The first evidence of human-designed sanitation systems dates back to over 2000 B.C., but the major advances in public sewage treatment are much more recent. Providing a consistently clean water supply is essential to maintaining human health, as contaminated water can cause malnutrition, spread disease, and when flooding occurs, make a public health emergency worse.
On this episode of Kentucky Health, host Dr. Wayne Tuckson speaks with the CEO and chief engineer of Louisville’s public sewage treatment utility to learn about the process of wastewater disposal and about the growing stress many systems are encountering due to population growth and aging infrastructure.
Tony Parrott is the CEO of the Louisville Metropolitan Sewer District (MSD), and Angela Akridge is chief engineer for the utility. Both became interested in sewage disposal while attending college and find that their work is valuable to society and interesting as well.
The Louisville MSD manages five wastewater treatment plants and has a cap on the rates it can charge, Parrott says. It works closely with Louisville Water Company, and recently, Mayor Greg Fischer rolled out the One Water initiative, which is designed to foster collaboration between the two public utilities and allow them to consolidate some services and share buildings.
How the Sewage Treatment System Works
According to Akridge, when waste and water is flushed down a household’s toilet or sent down the garbage disposal, it travels through the sewer system to one of the five treatment facilities. Two of them discharge into the Ohio River, and the other three into adjacent local streams in Jefferson County.
When the wastewater reaches the facility, it flows through a series of screens to remove the solid material. Then, the liquid goes through what Akridge calls “different forms of treatment, from settling to having what we call ‘bugs’ or microbes inserted into the waste stream so it can naturally break down the organic material. Some more settling, disinfecting – in this case with chlorine – and then we remove the chlorine before releasing it into the river.”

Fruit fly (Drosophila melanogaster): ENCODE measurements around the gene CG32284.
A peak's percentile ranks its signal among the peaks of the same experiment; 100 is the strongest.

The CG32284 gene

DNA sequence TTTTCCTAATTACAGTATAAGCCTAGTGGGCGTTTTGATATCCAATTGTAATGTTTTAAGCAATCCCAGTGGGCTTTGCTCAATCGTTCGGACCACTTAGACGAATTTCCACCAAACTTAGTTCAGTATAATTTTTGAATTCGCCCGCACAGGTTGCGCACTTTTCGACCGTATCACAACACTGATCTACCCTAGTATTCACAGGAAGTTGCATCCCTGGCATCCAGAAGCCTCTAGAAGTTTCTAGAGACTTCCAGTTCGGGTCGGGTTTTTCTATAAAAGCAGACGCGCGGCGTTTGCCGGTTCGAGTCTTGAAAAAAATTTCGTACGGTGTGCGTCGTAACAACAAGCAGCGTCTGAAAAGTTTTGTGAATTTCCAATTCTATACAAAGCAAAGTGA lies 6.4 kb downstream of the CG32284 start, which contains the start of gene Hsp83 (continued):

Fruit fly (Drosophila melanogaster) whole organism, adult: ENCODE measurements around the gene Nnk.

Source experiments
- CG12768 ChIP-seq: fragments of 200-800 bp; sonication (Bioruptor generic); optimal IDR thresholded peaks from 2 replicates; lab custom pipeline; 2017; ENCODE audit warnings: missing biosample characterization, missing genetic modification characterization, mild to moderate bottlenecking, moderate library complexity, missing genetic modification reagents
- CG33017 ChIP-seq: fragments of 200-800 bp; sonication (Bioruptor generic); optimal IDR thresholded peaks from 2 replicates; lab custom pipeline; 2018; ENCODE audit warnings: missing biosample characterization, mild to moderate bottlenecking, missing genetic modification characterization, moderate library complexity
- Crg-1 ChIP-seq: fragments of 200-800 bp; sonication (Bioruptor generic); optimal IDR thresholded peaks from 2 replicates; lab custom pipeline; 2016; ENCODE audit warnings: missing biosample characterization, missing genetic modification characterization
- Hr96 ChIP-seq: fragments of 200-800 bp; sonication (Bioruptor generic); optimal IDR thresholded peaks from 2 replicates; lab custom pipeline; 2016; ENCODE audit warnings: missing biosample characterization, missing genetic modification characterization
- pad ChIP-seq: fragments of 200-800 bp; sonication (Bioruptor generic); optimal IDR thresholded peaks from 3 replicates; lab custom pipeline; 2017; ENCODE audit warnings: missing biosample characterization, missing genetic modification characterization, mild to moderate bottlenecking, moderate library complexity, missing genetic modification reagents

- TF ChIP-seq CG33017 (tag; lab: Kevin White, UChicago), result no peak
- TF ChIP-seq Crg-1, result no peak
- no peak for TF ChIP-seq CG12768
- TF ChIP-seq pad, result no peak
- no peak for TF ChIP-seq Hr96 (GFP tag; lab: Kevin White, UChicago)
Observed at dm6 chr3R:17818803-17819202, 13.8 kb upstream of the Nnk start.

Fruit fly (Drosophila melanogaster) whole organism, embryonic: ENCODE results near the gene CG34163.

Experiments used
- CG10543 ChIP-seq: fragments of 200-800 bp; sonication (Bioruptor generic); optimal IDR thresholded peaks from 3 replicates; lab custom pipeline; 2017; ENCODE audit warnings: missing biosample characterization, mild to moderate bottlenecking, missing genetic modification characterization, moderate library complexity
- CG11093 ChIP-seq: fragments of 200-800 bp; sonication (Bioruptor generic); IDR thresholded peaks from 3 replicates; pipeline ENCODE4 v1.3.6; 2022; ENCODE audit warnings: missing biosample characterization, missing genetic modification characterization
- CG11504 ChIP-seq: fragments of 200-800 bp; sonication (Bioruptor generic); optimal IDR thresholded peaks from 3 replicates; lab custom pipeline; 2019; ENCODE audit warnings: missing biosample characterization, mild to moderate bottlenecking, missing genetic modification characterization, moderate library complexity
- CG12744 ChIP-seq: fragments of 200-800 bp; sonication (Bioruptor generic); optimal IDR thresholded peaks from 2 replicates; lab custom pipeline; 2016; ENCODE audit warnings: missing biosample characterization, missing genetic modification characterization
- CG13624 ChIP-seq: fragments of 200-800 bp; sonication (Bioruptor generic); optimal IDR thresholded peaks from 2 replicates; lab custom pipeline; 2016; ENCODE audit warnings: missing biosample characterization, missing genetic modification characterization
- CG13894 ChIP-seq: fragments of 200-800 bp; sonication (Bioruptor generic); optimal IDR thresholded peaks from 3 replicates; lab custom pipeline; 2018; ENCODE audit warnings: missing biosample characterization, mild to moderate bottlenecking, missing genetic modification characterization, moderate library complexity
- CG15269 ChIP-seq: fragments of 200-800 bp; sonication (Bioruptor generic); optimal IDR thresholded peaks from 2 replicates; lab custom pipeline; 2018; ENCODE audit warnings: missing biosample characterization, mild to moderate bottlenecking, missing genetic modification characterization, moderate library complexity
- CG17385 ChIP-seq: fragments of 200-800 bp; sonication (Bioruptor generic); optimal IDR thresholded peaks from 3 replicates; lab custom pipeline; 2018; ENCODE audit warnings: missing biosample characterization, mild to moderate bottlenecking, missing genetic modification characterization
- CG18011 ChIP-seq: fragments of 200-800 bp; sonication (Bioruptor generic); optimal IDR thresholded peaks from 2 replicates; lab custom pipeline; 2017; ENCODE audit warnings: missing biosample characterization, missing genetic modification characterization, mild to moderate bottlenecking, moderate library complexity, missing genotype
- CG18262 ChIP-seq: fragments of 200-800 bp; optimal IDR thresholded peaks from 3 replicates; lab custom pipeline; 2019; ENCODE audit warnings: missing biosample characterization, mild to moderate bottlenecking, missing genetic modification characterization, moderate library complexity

“Each facility has certain guidelines we have to meet in terms of water quality,” Parrott says. “And so we have a permit limit for ammonia, we have a permit limit for solids, we have permit limits for other types of chemicals, so we have to meet those, and those are issued by the state. We have to meet those quality standards of discharge every day.”
As for the solid waste extracted from the wastewater stream, Akridge says “ultimately, it will be removed and either go through the process whereby we produce bio-solids for land application, or take it to the landfill for disposal.”
Much of the MSD sewer system grid dates back to the 19th century, especially the parts servicing the downtown area, and Akridge says that prior to the late 1950s the system was a storm water drainage system. Over the past 60 years, and especially after the Clean Water Act was passed in 1972, public utilities have vastly expanded their water treatment facilities to meet government mandates, with resulting improvements in water quality leading to better public health.
The Challenge of Upgrading Infrastructure
The current MSD system is designed to handle both wastewater and, during major rain events, excess storm water as well. But the system is strained, Parrott says, and money for repairs is hard to come by.